• This looks so yummy, I love asparagus :)ReplyCancel

  • Laura {gourmettenyc}05/05/2012 - 1:14 pm

    What a beautiful salad! I absolutely love shaved asparagus – it’s so fresh. I will definitely have to try this!ReplyCancel

  • sarah @ two tarts06/05/2012 - 10:50 pm

    I am pretty sure I would love that dressing on almost anything!ReplyCancel

  • thelittleloaf07/05/2012 - 4:45 pm

    I love asparagus season – they’re just coming into the shops in the UK and I can’t get enough of the stuff! Love the combination with crunchy peanuts here – just gorgeous.ReplyCancel

  • sara forte08/05/2012 - 1:05 am

    gorgeous! the words. photos…all of it. I need it and am SO sad that I had two bowls of granola for dinner. Nice work, lady.ReplyCancel

  • […] season, especially since it keeps popping up in some of our favorite places (Naturally Ella and The First Mess, for starters). The thought of eating raw asparagus seemed intriguing – though we were a bit wary […]ReplyCancel

  • Rose10/05/2012 - 11:22 am

    Hi there

    This sounds delicious. But im allergic to peanuts, can you suggest a different nut that might go well in this recipe?

    RoseReplyCancel

    • Laura10/05/2012 - 12:01 pm

      Hi Rose!
      Roasted cashews would be a perfect, equally delicious replacement. Or toasted sesame seeds would be nice too :)
      -LReplyCancel

  • […] quintessentially seasonal dish, the Asparagus Salad with Sesame Chili Lime Dressing from The First Mess is an elegant and unique take on the abundant asparagus you likely see piling […]ReplyCancel

  • […] Asparagus Salad + Sesame Dressing by The First Mess offers an exciting way to prepare asparagus, ribbons!  Simply use a peeler to make long thin ribbons, perfect for any spring salad. […]ReplyCancel

  • Holly12/01/2015 - 6:13 pm

    Help! Do I need to blanch the asparagus and then chill? Or just shave raw asparagus?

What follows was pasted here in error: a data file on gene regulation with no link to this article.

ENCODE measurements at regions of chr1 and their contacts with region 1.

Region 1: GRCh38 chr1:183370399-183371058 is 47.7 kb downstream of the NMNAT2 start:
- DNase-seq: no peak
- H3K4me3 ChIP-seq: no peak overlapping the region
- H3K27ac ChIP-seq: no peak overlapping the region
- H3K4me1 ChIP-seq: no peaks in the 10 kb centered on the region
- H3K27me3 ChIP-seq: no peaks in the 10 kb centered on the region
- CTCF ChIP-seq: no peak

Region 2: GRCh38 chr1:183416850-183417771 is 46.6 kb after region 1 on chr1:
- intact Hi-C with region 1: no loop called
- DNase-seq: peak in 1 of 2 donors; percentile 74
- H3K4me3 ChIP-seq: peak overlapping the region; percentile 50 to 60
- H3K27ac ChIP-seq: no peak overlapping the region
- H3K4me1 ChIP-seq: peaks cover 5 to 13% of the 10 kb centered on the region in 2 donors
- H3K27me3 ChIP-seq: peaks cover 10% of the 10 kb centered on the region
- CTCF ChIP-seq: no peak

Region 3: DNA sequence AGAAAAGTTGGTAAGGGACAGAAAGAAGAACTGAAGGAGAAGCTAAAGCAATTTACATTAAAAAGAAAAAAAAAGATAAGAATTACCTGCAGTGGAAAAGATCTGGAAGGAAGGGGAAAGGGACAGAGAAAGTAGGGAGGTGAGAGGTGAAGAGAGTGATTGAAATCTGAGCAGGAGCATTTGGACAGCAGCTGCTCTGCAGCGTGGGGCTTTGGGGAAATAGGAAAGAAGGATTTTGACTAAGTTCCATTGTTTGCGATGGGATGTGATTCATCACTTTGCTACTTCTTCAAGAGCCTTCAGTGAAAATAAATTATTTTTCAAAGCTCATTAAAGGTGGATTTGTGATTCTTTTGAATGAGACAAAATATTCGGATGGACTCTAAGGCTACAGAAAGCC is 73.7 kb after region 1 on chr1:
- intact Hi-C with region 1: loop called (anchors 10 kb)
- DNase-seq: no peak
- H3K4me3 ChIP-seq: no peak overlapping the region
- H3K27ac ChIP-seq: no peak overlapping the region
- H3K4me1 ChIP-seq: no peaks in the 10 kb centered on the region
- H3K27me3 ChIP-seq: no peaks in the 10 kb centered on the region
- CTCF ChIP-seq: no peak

ThanksReplyCancel

  • Holly13/01/2015 - 12:27 am

    Amazing on every front!!!!

    I blanched asparagus and chilled — could only ‘ribbon’ the outsides as they weren’t crisp enough. It worked out great anyway…I peeled the outsides and chopped the rest into 1-inch pieces. The dressing is mesmerizing!! So many flavors you can’t pinpoint why it’s so delicious..ReplyCancel

  • […] Avocado 6. Carrot Noodles With Zesty Garlic Sauce 7. Cucumber Mint Noodles With Ginger Dressing 8. Shaved Asparagus Ribbons With Sesame-Chili and Lime Dressing 9. Eggplant Noodles With Sundried Tomatoes and Chickpeas 10. Chicken Pho Zucchini Noodle Soup 11. […]ReplyCancel

  • […] Avocado 6. Carrot Noodles With Zesty Garlic Sauce 7. Cucumber Mint Noodles With Ginger Dressing 8. Shaved Asparagus Ribbons With Sesame-Chili and Lime Dressing 9. Eggplant Noodles With Sundried Tomatoes and Chickpeas 10. Chicken Pho Zucchini Noodle Soup 11. […]ReplyCancel

  • May Link Love |13/06/2015 - 11:52 pm

    […] is in season and looking gorgeous at the market these days. I’m itching to try this asparagus salad with a sesame chili lime […]ReplyCancel

  • […] found this recipe on Pinterest.  It’s originally from The First Mess and I loved the idea of using an Asian flavored dressing for the salad.  I can’t seem to […]ReplyCancel

  • […] Asparagus Salad with Sesame Chili Lime Dressing […]ReplyCancel